The past few years have seen a rapid rise in data analytics throughout industries. Organizations who embrace business intelligence are no longer outliers, but increasingly becoming the norm. Meanwhile, business opportunities and technological innovations continue to raise the bar on the subject, allowing even smaller businesses with limited resources to get into the BI game.
And yet, analytics maturity across industries remains relatively low. Companies of all types and sizes might be embracing the concept, but they haven't yet integrated it into their daily operations in a way that is comprehensive and effective. They are aware and beginning to adopt its concepts, but without a major tangible impact or standardization in place.
In fact, 65 percent of organizations according to Gartner's ITScore are opportunistic when it comes to analytics, but only 28 percent have implemented consistent data standards and practices. Hardly any have adopted a consistent data model across the enterprise or used it to transform their business practices.
Continue down this path, and your organization threatens to become a laggard. As others continue to advance and mature, you might get stuck in a sea of data and analytics with little way out. Fortunately, you can move to becoming a leader by shifting just a few core factors in your BI approach. These 5 variables can help you move your maturity from its current laggard level to become a leader in the subject.
According to Gartner's 2017 Data and Analytics Summit, people are among the biggest factors influencing the BI maturity at your organization. The technology tends to be in place, but matters little if the people in charge of it cannot actually maximize its effectiveness.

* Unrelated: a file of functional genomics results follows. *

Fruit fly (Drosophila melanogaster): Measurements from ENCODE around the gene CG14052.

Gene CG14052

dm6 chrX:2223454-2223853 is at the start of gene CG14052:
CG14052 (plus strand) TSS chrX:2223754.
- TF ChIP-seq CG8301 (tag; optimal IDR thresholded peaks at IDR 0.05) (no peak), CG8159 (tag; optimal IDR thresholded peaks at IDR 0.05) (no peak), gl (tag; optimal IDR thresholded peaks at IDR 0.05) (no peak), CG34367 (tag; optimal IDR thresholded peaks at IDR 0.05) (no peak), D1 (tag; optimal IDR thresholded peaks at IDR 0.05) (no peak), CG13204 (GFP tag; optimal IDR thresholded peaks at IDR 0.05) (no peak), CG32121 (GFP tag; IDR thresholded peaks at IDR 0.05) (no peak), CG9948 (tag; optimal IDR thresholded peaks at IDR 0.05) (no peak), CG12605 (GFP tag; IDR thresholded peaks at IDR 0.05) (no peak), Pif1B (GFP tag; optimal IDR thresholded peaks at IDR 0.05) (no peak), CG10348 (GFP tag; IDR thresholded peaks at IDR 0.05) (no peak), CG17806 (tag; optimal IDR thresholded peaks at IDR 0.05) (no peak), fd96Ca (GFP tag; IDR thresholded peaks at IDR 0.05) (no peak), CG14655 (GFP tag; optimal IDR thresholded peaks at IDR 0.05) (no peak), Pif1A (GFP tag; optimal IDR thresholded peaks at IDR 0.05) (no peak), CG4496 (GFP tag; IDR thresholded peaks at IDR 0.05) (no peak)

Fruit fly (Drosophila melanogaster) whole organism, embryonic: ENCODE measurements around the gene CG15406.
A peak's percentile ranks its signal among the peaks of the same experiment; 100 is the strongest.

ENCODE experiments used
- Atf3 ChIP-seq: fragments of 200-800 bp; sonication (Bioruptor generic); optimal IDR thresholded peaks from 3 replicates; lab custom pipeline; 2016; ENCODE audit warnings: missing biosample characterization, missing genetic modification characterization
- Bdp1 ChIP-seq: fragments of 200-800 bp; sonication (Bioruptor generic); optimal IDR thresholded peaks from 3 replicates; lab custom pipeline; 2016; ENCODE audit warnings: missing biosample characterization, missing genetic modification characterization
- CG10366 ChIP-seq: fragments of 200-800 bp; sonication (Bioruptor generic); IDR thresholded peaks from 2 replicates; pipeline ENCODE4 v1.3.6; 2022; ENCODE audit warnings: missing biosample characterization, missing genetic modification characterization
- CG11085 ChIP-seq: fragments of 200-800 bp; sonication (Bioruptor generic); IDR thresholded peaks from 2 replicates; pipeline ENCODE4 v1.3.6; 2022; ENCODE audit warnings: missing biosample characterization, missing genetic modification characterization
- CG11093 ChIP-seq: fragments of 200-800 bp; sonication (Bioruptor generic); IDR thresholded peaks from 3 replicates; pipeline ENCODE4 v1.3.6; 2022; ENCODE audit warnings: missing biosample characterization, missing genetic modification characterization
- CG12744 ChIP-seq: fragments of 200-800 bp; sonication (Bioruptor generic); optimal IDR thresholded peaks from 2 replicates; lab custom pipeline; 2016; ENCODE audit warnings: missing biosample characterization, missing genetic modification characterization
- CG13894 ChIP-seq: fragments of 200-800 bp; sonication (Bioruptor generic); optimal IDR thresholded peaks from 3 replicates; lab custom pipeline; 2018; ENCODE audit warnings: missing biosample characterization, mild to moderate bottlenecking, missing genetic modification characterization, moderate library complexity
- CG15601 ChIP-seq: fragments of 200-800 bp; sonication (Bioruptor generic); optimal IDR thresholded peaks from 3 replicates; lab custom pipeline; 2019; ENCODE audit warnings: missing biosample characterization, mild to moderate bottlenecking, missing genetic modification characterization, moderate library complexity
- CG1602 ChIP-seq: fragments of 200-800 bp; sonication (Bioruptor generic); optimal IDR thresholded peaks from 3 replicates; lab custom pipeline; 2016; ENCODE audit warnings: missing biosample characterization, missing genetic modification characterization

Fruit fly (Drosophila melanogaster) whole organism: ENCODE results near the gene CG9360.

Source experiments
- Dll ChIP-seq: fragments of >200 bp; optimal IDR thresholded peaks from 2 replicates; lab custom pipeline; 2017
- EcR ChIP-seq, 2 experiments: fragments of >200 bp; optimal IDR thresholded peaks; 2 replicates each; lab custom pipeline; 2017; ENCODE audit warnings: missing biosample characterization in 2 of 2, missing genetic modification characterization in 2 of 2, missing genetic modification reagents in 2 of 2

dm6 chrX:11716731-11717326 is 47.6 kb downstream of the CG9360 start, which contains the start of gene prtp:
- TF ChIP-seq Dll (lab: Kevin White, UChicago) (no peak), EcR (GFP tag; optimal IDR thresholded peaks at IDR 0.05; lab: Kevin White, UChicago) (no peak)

First, that means establishing an analytics culture within your organization. CIO has highlighted a number of steps to accomplish that goal, from focusing on areas of strengths to encouraging data-based collaboration. As the website outlines,
Executives looking to bring about culture change in their organizations face a long road ahead of them. This is because changing the analytics culture is not as simple as mandating the use of analytics by every person in the organization. Changing the analytics culture requires careful planning and delivery of information that makes the individual employees successful.
Of course, the skill sets of the people involved also matter. Recruiting the right people, and training your existing employees to embrace a data-driven approach, is the key to building a BI strategy that actually applies comprehensively across your organization.
Along with people, processes tend to be the most common roadblocks to truly achieving analytics maturity. Siloed data and operations environments make it impossible to gain comprehensive information that can actually be analyzed for actionable recommendations. Putting the right processes in place is key to succeed if you want to succeed.
At its 2017 Summit, Gartner shared 6 factors that highlight the ways in which analytics leaders optimize their processes:
- Analytic levels, ensuring that the same approach is embraced throughout all levels of the organization.
- Sharing of information, particularly to avoid data and information silos than can kill the BI process.